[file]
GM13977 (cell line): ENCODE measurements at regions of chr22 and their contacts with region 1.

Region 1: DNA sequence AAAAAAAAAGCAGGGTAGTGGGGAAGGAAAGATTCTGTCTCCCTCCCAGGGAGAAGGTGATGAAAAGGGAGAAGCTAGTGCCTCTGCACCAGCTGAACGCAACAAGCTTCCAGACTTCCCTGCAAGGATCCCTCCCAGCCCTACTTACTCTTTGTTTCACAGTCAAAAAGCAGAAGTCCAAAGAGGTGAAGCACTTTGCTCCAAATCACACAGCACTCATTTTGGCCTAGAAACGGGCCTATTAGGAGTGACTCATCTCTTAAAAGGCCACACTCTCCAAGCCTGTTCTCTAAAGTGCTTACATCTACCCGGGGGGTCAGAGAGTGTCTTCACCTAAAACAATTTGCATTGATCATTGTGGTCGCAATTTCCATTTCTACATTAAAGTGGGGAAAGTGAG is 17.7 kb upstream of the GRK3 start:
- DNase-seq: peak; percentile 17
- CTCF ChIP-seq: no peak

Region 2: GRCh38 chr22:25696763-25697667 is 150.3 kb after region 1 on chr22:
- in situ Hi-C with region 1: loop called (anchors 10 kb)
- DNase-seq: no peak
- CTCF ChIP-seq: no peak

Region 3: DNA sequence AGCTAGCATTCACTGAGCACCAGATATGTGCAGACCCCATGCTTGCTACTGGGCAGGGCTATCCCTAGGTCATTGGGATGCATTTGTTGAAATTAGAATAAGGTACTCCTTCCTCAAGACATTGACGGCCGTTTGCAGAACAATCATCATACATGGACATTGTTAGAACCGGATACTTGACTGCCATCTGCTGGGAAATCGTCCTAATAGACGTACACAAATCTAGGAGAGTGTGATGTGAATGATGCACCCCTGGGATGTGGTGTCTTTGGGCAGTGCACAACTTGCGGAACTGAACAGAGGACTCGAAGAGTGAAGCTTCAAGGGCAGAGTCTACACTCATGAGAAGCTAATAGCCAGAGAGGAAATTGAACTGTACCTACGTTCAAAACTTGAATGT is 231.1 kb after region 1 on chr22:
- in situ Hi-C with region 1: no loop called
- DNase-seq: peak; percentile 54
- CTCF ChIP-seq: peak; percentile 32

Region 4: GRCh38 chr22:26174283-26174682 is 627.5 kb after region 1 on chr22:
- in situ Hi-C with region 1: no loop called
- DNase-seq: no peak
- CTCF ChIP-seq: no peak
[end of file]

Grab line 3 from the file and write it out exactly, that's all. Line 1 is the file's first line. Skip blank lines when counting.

- DNase-seq: peak; percentile 17